Since 1990 – when he was in the middle of his career at ESPN – Brando moved from Connecticut back home to Shreveport. He has always been a relentless promotor of all things for his hometown and his home state.
“There were times when I would be doing a game and I would consciously make a comment about a guy who made a play. I would point out that he’s from Shreveport and I’d say it with a level of energy and enthusiasm,” Brando says. “I think those things matter. I’ve always thought that, at times, we were our own worst enemy when it came to public relations. In Louisiana, it always seemed like we were harder on ourselves. So, championing people who were accomplishing things from my part of the world has always been a big deal to me.”
As with any job, there are lessons to be learned. Usually, they come early in a career, but not always. And Brando’s hardest lesson came when he was well-established in his career. During his time at CBS, he also did a national radio show that was picked up as a simulcast TV show in 2011. For two years, Brando thought that he had found the perfect situation — being able to do a daily national show on CBS Sports Network from his hometown. He thought he had finally arrived.
And then he got the call – CBS was pulling the show, which was basically the beginning of the end for his time at the network.
“It was a great reminder that you can’t start to feel comfortable. You can never get comfortable. Because the moment you do, there will be a reminder that you’ve got to stay on your game and always be alert to what is going on around you,” Brando says. “It was a deep, dark time for me and I didn’t handle it well. And I learned that the only person responsible was me. In this business, there will always be higher highs and lower lows. It’s how you handle those moments that are vital to how long you last.”
Brando is a coveted sports talk show guest around the nation, fielding queries about the state of college sports. And then there is the question that almost no one wants to know: How did Tim Brando lose a vowel? Growing up, he was Tim Brandao. And then he wasn’t. Somewhere along the line, he became Tim Brando. “My dad dropped it (the ‘a’) when he was in his band. His booking agent said, ‘Hub, you’ve got to drop the ‘a’ especially if it is silent. It’s confusing.’ So, the moment I got on radio and television, I dropped it because that’s what Dad had done. I hated it when I was in grade school and high school because it got misspelled all the time.”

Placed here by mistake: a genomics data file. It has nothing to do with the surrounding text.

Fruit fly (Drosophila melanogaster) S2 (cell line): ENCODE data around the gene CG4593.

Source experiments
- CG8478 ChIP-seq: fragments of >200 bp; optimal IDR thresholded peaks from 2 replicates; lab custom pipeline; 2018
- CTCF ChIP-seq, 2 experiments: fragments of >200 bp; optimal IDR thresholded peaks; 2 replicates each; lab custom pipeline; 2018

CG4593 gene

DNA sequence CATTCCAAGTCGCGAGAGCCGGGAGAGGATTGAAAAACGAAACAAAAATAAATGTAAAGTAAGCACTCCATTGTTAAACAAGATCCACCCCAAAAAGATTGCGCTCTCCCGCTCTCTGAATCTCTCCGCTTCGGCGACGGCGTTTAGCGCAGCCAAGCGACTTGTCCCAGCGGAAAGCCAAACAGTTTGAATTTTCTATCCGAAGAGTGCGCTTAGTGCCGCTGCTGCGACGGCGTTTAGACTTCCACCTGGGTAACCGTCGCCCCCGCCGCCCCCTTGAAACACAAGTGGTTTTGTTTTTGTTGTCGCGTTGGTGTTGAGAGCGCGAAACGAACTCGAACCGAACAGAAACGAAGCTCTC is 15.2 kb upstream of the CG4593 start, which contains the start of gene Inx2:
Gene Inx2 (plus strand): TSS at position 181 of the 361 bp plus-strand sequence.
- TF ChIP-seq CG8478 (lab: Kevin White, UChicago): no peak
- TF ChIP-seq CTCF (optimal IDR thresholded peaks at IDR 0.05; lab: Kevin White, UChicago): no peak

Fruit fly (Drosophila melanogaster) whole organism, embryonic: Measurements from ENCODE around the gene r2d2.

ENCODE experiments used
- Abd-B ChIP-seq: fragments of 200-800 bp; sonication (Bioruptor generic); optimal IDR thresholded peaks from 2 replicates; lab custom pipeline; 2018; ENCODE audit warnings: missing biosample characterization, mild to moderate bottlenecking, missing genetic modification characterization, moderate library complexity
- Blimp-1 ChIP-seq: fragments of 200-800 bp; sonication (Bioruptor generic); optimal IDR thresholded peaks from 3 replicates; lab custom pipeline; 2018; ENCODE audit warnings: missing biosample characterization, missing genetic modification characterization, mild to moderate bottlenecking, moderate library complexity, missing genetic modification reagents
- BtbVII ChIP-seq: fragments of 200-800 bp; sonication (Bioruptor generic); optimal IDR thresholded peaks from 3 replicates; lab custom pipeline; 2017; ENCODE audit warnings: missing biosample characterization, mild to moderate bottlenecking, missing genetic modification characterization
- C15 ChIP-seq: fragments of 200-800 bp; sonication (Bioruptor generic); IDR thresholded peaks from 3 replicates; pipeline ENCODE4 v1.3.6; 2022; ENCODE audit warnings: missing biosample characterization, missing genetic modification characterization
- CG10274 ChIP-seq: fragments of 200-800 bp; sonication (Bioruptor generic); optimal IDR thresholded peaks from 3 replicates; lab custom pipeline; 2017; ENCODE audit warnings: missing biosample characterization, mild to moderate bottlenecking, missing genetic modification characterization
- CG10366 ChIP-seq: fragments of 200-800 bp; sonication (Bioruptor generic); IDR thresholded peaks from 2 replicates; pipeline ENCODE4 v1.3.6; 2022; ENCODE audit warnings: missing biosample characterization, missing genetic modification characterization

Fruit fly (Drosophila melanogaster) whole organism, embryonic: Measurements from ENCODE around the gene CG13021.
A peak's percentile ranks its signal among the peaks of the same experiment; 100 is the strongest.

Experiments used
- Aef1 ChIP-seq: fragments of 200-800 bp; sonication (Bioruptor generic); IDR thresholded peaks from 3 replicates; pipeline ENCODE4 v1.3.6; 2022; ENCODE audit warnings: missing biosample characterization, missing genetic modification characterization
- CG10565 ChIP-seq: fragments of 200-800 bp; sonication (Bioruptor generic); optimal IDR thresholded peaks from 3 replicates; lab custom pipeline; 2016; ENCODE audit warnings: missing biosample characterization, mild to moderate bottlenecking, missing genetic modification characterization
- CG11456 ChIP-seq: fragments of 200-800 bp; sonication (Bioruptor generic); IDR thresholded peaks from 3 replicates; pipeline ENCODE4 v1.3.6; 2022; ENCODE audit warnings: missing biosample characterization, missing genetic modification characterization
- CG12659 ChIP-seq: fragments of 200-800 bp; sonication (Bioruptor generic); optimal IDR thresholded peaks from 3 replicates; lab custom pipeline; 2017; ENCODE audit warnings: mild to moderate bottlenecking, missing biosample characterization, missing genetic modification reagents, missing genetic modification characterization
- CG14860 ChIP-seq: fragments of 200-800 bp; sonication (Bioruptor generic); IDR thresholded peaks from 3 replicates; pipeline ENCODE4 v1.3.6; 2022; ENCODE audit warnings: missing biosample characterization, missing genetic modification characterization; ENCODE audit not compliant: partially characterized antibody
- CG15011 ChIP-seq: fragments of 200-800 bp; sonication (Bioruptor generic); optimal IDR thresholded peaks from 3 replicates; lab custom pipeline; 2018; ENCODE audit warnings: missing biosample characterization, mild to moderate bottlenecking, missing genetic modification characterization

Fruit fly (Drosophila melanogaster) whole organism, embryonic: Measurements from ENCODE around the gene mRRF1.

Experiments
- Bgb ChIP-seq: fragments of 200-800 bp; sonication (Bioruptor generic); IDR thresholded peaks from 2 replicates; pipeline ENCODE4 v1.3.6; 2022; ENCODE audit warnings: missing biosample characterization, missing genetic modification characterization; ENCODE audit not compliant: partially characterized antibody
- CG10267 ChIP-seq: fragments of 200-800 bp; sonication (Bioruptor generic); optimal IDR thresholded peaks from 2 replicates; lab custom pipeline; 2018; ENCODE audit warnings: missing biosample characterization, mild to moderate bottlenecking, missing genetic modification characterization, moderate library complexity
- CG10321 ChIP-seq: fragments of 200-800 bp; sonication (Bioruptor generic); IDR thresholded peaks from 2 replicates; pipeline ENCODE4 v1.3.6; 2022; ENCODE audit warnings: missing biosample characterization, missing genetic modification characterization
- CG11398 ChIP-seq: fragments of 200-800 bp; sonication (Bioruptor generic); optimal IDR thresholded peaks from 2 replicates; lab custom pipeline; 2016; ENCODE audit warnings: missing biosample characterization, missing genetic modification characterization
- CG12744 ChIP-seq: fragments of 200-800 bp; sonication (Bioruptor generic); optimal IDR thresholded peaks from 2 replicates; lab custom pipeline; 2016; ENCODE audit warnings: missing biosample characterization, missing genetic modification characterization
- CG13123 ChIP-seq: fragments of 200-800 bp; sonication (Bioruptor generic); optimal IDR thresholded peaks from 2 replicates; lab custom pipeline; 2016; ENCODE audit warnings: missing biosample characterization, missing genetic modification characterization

It’s fitting that we circle back to his father, which is how all of this began.
Brando is quick to credit his wife, Terri, and two daughters for giving him the support he needed throughout all the changes in networks and locations. But it is his father Hub, who died in 1984, who started it all.
“Dad was a motivating father,” he says. “He told me not only was I really, really good, but I had a chance to be the absolute best. That if I could keep it up and focus on one thing, I could be the best sportscaster I could possibly be. [He told me] there was no better 14-year-old doing this in the country. Keep it up and you’ll be the best 44-year-old. And then the best 60-year-old.”
What nobody knew when Brando broadcast his first game in 1971 as a 14-year-old was that it was the start of a career that has lasted almost 50 years. Actually, there was one person who might have known it all along. It was the man sitting next to him that night at the Captain Shreve-Neville game.
“I’ve got to believe,” Brando says, “that I wouldn’t be where I am today without him.”